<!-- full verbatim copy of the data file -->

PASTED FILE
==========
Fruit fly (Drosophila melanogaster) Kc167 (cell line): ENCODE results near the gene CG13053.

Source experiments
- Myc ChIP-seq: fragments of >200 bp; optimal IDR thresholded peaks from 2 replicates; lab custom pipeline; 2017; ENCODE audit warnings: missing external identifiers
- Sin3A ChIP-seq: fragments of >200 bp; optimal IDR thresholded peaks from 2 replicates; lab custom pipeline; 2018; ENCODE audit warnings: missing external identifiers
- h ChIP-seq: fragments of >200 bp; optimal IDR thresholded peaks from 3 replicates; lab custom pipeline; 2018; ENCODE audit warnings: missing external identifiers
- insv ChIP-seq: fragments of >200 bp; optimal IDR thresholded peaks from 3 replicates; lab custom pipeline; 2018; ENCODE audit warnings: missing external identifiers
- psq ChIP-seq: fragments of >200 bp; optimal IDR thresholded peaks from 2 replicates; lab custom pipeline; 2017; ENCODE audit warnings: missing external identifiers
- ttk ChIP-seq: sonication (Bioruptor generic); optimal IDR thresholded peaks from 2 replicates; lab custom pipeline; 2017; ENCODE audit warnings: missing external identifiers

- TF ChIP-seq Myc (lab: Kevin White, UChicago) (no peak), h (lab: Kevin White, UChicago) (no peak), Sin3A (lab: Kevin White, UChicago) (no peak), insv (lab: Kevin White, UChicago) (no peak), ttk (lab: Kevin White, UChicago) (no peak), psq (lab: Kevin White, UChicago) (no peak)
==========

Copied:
Fruit fly (Drosophila melanogaster) Kc167 (cell line): ENCODE results near the gene CG13053.

Source experiments
- Myc ChIP-seq: fragments of >200 bp; optimal IDR thresholded peaks from 2 replicates; lab custom pipeline; 2017; ENCODE audit warnings: missing external identifiers
- Sin3A ChIP-seq: fragments of >200 bp; optimal IDR thresholded peaks from 2 replicates; lab custom pipeline; 2018; ENCODE audit warnings: missing external identifiers
- h ChIP-seq: fragments of >200 bp; optimal IDR thresholded peaks from 3 replicates; lab custom pipeline; 2018; ENCODE audit warnings: missing external identifiers
- insv ChIP-seq: fragments of >200 bp; optimal IDR thresholded peaks from 3 replicates; lab custom pipeline; 2018; ENCODE audit warnings: missing external identifiers
- psq ChIP-seq: fragments of >200 bp; optimal IDR thresholded peaks from 2 replicates; lab custom pipeline; 2017; ENCODE audit warnings: missing external identifiers
- ttk ChIP-seq: sonication (Bioruptor generic); optimal IDR thresholded peaks from 2 replicates; lab custom pipeline; 2017; ENCODE audit warnings: missing external identifiers

- TF ChIP-seq Myc (lab: Kevin White, UChicago) (no peak), h (lab: Kevin White, UChicago) (no peak), Sin3A (lab: Kevin White, UChicago) (no peak), insv (lab: Kevin White, UChicago) (no peak), ttk (lab: Kevin White, UChicago) (no peak), psq (lab: Kevin White, UChicago) (no peak)